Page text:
Of all the elements you have to think about when putting together an event, the most crucial -- if not the most exciting -- is food safety. Keeping perishable foods safe to eat while they're sitting out at room temperature can be tricky, but it's worth the effort to ensure your guests don't go home with a foodborne illness. Several strategies can help keep cold cuts cold, and a little planning will make the job easier.
Principles of Food Safety
One of the cardinal rules of food safety is to keep cold food cold and hot food hot. The purpose of this is to keep food out of the danger zone -- between 40 and 140 degrees Fahrenheit, the temperature range in which harmful bacteria can grow and multiply on food. Further, foods should not be kept at room temperature for more than two hours. Cold cuts in particular can harbor Staphylococcus -- staph -- and listeria bacteria, which makes proper handling of these foods especially important.
Put It On Ice
When putting cold cuts on a buffet, it is essential to do two things: keep them cold and start your timer. For a large, shallow tray of meats, you can fill a deeper, larger tray with ice and set the cold cut tray on top of the ice; drain the water as the ice begins to melt and replace with more ice as needed. While this should be enough to keep the meat cold, you must return the meat to the refrigerator before two hours have elapsed or throw it out.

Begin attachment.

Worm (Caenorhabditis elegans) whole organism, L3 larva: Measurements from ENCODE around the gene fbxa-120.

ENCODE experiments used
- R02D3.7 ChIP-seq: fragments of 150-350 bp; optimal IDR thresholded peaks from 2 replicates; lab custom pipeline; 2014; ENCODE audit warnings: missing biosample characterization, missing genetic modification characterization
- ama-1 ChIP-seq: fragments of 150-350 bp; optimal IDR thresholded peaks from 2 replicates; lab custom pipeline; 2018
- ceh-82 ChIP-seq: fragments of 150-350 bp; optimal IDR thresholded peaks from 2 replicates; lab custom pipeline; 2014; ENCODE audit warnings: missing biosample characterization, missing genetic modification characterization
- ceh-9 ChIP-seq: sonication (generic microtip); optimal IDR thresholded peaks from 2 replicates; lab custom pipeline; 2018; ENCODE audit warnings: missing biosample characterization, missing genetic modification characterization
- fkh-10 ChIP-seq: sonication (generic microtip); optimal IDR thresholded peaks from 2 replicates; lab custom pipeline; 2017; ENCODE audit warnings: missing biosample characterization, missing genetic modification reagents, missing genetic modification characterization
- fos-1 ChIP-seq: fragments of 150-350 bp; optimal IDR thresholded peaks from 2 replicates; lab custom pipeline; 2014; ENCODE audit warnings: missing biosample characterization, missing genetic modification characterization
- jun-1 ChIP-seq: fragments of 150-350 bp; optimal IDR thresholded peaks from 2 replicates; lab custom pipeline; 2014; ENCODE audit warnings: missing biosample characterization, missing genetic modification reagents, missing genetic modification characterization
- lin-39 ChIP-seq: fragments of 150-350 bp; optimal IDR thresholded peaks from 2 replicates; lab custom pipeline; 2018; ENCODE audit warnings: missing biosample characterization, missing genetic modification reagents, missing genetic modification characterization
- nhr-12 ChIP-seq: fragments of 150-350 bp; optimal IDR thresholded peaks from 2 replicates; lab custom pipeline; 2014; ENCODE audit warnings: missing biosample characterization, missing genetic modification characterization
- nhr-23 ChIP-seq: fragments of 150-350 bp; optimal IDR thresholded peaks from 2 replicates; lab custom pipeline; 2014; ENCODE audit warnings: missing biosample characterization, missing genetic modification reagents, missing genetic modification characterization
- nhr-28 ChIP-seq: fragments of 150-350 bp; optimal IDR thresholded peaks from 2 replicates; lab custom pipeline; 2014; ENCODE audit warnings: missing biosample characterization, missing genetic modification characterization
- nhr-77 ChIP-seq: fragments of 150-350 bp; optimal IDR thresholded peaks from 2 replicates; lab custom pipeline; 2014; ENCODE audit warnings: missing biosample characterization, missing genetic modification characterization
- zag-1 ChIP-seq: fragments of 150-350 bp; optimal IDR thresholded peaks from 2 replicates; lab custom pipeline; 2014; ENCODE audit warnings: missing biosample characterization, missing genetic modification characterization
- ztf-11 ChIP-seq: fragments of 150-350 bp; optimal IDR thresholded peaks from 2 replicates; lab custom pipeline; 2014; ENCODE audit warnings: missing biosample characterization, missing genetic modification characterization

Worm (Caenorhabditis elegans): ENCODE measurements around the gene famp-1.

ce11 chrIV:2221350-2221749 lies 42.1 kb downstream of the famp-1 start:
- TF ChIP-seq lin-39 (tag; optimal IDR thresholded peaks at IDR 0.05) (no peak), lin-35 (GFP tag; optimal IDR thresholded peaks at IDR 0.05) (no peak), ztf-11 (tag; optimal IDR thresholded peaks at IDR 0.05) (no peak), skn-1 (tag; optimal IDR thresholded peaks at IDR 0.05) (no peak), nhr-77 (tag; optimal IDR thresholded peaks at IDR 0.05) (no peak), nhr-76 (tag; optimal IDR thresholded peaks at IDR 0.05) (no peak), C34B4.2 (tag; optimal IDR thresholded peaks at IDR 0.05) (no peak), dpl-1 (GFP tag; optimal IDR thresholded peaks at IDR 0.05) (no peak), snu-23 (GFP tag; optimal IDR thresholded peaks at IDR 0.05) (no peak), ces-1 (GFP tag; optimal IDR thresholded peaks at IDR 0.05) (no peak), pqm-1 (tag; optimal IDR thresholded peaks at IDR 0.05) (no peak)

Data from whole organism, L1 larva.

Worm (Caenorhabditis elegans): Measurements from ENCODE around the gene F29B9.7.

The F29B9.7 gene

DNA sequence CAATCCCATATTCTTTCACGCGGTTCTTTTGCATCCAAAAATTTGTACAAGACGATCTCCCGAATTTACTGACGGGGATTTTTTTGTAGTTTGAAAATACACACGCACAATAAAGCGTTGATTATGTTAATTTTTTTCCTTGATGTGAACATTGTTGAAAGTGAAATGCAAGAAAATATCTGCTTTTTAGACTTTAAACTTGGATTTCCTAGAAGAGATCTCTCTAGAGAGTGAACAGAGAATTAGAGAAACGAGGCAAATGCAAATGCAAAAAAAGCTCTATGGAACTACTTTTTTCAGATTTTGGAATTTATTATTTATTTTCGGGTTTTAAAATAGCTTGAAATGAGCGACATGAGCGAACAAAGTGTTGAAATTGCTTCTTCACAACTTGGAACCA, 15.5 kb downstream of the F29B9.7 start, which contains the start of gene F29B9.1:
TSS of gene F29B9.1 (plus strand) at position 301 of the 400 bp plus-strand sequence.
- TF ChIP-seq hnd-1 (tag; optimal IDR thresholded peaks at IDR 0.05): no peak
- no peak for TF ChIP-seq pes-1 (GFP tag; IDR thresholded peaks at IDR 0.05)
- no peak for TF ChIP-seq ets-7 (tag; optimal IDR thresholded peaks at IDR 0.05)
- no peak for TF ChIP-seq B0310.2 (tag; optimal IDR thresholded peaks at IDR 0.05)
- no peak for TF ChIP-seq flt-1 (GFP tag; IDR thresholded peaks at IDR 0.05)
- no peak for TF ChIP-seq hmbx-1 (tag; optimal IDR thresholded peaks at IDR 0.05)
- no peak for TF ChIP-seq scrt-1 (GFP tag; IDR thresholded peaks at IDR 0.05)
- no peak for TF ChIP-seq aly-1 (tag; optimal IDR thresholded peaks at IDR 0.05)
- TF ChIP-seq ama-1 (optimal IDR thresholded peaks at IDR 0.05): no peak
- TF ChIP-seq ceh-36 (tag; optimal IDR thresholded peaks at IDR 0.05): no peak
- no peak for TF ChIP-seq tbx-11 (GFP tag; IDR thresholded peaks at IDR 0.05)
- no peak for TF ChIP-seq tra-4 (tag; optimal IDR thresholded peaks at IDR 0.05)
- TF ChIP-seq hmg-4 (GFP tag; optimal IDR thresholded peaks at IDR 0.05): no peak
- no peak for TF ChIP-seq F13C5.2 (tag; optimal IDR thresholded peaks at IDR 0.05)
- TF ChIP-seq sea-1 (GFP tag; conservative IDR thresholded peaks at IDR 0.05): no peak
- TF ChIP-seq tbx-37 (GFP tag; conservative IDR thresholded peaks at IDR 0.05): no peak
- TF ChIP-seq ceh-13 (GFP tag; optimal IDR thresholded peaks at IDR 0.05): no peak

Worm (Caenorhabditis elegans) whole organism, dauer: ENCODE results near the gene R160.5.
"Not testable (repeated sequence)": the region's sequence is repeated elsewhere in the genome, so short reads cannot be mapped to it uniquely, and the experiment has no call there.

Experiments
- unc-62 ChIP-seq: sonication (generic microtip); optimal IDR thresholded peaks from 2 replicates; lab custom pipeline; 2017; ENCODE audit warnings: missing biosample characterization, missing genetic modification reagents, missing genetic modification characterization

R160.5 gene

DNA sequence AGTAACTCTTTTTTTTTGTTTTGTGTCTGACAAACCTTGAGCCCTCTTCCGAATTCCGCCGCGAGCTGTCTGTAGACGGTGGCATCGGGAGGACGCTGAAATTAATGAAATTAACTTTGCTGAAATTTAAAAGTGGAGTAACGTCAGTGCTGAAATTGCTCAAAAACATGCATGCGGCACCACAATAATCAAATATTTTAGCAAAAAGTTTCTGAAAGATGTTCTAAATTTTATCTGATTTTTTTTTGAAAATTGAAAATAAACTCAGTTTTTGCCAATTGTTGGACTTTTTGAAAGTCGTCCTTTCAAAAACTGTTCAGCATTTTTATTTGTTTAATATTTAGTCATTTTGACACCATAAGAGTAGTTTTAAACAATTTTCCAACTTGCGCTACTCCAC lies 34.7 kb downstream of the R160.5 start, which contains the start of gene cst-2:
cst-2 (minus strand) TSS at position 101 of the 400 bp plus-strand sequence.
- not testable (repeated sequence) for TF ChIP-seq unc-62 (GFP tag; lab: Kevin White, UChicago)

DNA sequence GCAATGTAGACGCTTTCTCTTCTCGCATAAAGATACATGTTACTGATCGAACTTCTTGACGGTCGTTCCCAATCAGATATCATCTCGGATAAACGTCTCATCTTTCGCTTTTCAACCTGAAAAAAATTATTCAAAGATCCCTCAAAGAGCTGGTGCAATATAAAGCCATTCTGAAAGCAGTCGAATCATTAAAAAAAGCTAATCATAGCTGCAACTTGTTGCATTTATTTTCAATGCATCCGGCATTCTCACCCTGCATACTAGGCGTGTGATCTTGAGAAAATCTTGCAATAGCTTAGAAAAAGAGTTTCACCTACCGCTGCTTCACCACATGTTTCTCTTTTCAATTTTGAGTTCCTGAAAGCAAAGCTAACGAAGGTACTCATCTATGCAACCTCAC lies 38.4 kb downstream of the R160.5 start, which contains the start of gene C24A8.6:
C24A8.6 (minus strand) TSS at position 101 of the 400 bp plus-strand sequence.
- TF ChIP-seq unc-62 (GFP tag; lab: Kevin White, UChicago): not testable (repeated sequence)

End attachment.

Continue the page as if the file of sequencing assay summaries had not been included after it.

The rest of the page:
A Rotating Buffet
If you plan to leave your buffet open for more than two hours, divide your cold cuts onto separate serving platters and keep one platter out at a time -- on ice, of course -- while the others remain in the refrigerator. Replace with a fresh platter as it empties or by the time two hours have elapsed, whichever comes first. Do not use the old platter to serve fresh cold cuts as bacteria may have begun to grow and could contaminate the new batch.
If your even is on a particularly hot day -- 90 F or above -- food should be kept at room temperature for only one hour. Keep in mind that the type of bacteria that causes foodborne illness is different than the type that cause food to spoil, which means even if the food looks and smells fine, it still may harbor harmful bacteria. Finally, starting with cleans hands, tools and serving platters, as well as preventing cross-contamination during all stages of preparation and service, are just as essential to preventing foodborne illness at events.
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